Sports: What is there to be afraid of?

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Claire Redinger
COPY EDITOR

Maria Pinkerton has a fear of sports.

“I wasn’t ever really good, and P.E. is always kind of a traumatic experience when you’re not good – especially when your family is,” said Pinkerton, a UNO sophomore social work major.

Now that P.E. is out of the picture, Pinkerton still remains weary of sporting events and games involving throwing things—she “hates” to throw things.

“I don’t understand the affinity toward sports, so when people get super intense, that’s what’s intimidating,” she said.

Pinkerton’s feelings of nervousness and intimidation were mostly caused by a lack of understanding. Because each sport has its own rules and culture, newcomers to the game can sometimes feel left out or afraid that they won’t be accepted. If you are also hesitant about athletics because of a deficiency in sports terminology or rules, fear not: There are several helpful online guides for you, such as Esquire’s “How to Talk About Sports When You Know Nothing About Sports” written by Dave Holmes. Another way to help conquer your fear is to start attending sporting events with a knowledgeable friend, asking them to explain the rules to you throughout the game. You can also “fake it until you make it” by wearing the team color and shouting along with other fans.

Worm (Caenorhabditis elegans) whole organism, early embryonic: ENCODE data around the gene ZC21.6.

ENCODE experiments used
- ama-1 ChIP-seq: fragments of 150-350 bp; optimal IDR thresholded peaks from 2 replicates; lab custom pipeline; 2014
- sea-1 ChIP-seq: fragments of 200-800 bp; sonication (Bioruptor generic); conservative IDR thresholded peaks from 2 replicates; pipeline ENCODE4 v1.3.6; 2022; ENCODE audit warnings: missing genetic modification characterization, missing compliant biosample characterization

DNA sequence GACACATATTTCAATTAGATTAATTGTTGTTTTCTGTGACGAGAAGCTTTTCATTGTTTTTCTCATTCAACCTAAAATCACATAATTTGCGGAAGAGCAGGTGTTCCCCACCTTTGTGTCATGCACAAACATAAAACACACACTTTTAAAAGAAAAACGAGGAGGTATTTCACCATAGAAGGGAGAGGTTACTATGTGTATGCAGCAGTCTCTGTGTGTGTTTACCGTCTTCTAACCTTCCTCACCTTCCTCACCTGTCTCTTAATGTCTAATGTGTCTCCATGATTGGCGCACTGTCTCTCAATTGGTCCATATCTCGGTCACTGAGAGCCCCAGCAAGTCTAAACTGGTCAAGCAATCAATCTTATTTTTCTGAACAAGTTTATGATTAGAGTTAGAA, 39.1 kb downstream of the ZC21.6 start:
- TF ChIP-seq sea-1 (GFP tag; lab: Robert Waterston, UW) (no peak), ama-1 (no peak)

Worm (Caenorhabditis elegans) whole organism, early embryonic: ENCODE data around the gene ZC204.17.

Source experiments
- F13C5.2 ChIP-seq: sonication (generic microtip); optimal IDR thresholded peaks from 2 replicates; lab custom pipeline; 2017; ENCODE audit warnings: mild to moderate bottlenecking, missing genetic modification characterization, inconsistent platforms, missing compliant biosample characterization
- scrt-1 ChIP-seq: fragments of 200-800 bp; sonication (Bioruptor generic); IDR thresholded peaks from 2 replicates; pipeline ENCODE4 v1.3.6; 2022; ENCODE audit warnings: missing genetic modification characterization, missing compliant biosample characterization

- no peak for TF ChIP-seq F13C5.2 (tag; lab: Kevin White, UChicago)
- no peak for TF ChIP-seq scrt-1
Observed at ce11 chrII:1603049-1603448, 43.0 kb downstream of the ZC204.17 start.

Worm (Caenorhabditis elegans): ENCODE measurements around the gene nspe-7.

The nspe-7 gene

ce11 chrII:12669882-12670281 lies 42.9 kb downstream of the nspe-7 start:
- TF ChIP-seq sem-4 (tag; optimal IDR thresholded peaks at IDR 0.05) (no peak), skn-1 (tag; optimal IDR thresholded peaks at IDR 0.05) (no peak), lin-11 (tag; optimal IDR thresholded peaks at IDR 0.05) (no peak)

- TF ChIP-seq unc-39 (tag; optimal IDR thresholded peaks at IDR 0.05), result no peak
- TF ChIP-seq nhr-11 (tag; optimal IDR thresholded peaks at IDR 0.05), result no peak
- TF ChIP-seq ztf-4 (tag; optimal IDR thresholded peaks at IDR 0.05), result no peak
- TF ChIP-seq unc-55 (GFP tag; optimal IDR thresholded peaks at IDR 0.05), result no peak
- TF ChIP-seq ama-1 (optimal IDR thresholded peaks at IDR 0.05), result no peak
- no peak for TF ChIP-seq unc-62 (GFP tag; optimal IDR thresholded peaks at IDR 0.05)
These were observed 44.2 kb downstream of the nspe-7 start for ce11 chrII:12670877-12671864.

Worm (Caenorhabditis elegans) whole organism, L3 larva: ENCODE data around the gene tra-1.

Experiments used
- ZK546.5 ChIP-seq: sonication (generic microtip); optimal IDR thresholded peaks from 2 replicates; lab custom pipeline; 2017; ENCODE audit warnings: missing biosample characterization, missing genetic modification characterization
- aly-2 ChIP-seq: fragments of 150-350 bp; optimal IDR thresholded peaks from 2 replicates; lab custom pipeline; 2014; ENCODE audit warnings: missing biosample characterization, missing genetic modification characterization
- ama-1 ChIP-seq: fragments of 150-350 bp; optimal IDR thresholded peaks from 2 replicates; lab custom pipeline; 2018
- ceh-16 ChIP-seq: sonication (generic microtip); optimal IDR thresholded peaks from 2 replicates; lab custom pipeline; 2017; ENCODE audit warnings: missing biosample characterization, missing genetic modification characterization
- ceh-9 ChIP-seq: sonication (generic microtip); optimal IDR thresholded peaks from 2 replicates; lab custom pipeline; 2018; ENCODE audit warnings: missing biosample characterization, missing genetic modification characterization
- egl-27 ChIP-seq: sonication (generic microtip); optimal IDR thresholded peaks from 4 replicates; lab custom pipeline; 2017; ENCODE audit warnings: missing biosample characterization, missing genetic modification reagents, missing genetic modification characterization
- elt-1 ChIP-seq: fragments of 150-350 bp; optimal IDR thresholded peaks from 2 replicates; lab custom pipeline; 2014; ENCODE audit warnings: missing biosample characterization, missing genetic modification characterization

Another cause of sports-related fear could be an unwelcoming or competitive environment. When junior journalism major Erin Chance decided to attend a UNO club volleyball practice, her first time playing volleyball since middle school, she was excited. Her excitement didn’t last long, however.

“When I got there, everyone seemed to know each other and had their own little groups already. So, I felt a little left out,” Chance said. “I don’t think they meant to seem stand off-ish, but I definitely didn’t feel welcomed or involved.”

Chance said that feeling like an outsider caused her to be slightly intimidated and insecure. She said, however, that her negative experience was not caused by volleyball so much as the environment in which she was playing volleyball. Her inner fear of failing was heightened because she felt she was not safe to fail, and she might be judged or isolated if she did.

Chance is not alone in this fear – in fact, a fear of failure is common among athletes according “How to Overcome Sports Performance Anxiety” from Psychology Today. If you’re like Chance, and you’re playing recreationally, one of the easiest ways to dismiss this fear is to remind yourself that you, and those around you, are playing for fun – even if your team members don’t seem to be on the same page. You can help create a welcoming environment by being supportive and kind to those around, helping to placate the tension on the team.

Sports can be intimidating, but by familiarizing yourself with the terminology, rules and culture and by reminding yourself that it is just a game, you may be able to conquer some of your fears. If you’re still not sure, take some advice from Pinkerton and become a UNO hockey fan.

“People fight, and it’s easy to understand,” she said.

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